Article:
Subject: digital image of a whore
Date: Tue, 1 Oct 2002 01:25:49 -0700
From: "Laurence D. Behr, Esq." <firstname.lastname@example.org>
I will say a prayer for you, Alma. This
is a truly unworthy use of the talent God gave you, and you will suffer the
eternal consequences unless you repent. God is not mocked, nor is His Blessed
Subject: your Our Lady depictions
Date: Sat, 12 Oct 2002 03:04:14 -0400
From: Holly <email@example.com>
Hello, I have been researching the controversy
that ensued at Santa Fe, as well how other Latina artists have portrayed Our
Lady in recent years.
I am neither Latina nor Catholic, and have been
outside of the U.S. for over 30 years until 2 years ago. I have been in the
intercultural communication field for those years and am therefore interested
in looking at the reactions to your artwork as an example of what goes on
in this country.
How do you feel about the controversy and its
outcome now? Did the artwork travel to other cities? Was there any protest
in other places?
Dept of Communication
University of New Mexico
Subject: Congrats on "Our Lady"
Date: Fri, 18 Oct 2002 22:49:47 -0700 (PDT)
From: diane osollo <firstname.lastname@example.org>
Dear Ms. Lopez,
I really like your illustration of La Virgen.
Often, I find myself appreciating a work more when I hear or read about the
artist's intent. I am shocked that people take offense to your work.
"Our Lady" IS tangible, and that you intended to facilitate
a better connection between humanity and divinity is the effort of a saint.
I love being Catholic, and thank God for great art like yours.
What was it that J.C. is quoted to have said?
"Blessed is he who is not offended because of Me." (Hey, it's
there. Luke, 7:23.)
Take care and God bless you.
P.S.: Who is La Virgen? Is it artist Christina Fernandez?
Subject: paper on "Our Lady" to be
presented at MLA Convention in December
Date: Mon, 21 Oct 2002 00:25:16 -0600
From: Lille Norstad <email@example.com>
I'm a graduate student at UNM, working in both the Spanish and English Departments. Diana Rebolledo introduced me to you briefly at the NACCS Conference in Tucson a couple of years ago. I wanted to let you know that I am participating in a special session on the Virgin of Guadalupe at the Modern Language Association Convention in NYC in late December. I plan to present a paper titled, "Our Lady as Cyberarte: Religious Iconography and Public Discourse in the Postmodern Classroom." One thing that struck me in particular about the controversy in Santa Fe was the lack of dialog and the severity of discord among the parties involved, particularly in regard to a religious issue. I began to see this local conflict as a microcosm for the seemingly intractable and violent conflicts between religious factions in locations around the globe: Pakistan and India; Palestine and Israel; Croatia and Serbia; the Fundamentalist Right vs. non-fundamentalists in the U.S., etc. My point is that we have to learn to talk about religion; perhaps locally first, and then globally.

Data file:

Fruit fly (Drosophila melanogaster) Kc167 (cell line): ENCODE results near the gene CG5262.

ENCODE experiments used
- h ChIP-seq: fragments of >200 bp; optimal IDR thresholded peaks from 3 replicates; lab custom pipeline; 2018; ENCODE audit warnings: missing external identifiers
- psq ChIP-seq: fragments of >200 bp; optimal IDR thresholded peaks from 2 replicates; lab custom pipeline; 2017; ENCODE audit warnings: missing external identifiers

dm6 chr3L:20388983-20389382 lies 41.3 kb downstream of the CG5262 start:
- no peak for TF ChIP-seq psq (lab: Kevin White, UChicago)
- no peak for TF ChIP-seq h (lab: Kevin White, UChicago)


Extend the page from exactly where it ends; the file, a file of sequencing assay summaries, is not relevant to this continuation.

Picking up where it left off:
Since I teach freshman composition-- where we
are supposed to foster critical thinking--I began to see "religion in
the classroom" not as something to be avoided, but as an opportunity
to help students learn to talk about religious differences. This past year,
I presented versions of this paper at three conferences: Conference on College
Composition and Communication in Chicago, the Southwest Symposium at UNM,
and the Rhetoric Society of America Conference in Las Vegas. The predominant
question from the audience was "how did the students react?" I had
to admit that I didn't know because I hadn't actually incorporated my ideas
into my teaching. This semester, however, I am putting my argument to work
in the classroom.
I'm contacting you because I thought you would
be interested in other projects that your work has inspired, and also to welcome
I hope your current work is going well--from
the looks of your website, it certainly appears to be.
Subject: our lady of Guadalupe
Date: Tue, 22 Oct 2002 13:37:03 -0600
From: "Golershoes" <firstname.lastname@example.org>
En mi opinion, es muy barato su interpretacion
de este importante imagen
Para nuestra comunidad, pero creo que ya ha
hecho suficiente controbercia
Y ya gano publicidad suficiente Acosta de insultar
a nuestra senora de Guadalupe.
En cuanto al arte hay Buena, mala y regular
y esta sin duda es muy mala.
Gracias por su atencion y espero ver algo realmente
bueno en su futuros trabajos.
Date: Wed, 30 Oct 2002 18:52:20 -0500
From: "elvira segura" <email@example.com>
Subject: praise for the virgen in the bikini
I saw your depiction of the Virgen quite a while
ago. I was struck by the modesty and beauty of the bikini. But I was most
impressed with the "fuck you" attitude on her face!
I suspect that what is infuriating all these
caballeros in Northern New Mexico is NOT the costume, but the loss of the
all-loving, all-forgiving, all-nurturing mom.
DO keep your sense of humor!
From: "Augusta Davis" <firstname.lastname@example.org>
Subject: YOur Art
Date: Thu, 31 Oct 2002 01:49:39 -0800
I read something on the internet about a digital
art project of yours inspired by the vigin of guadalupe.
I am an art student from England ( I used live in Mexico and also in northern California ) who is interested in anythnig inspired by Guadalupe as i am starting some work inspired by her.
What you have done sounds really interesting. I would be really grateful if you could send pictures of your work ( if possible) or anything realting to it.
with many thanks Chloe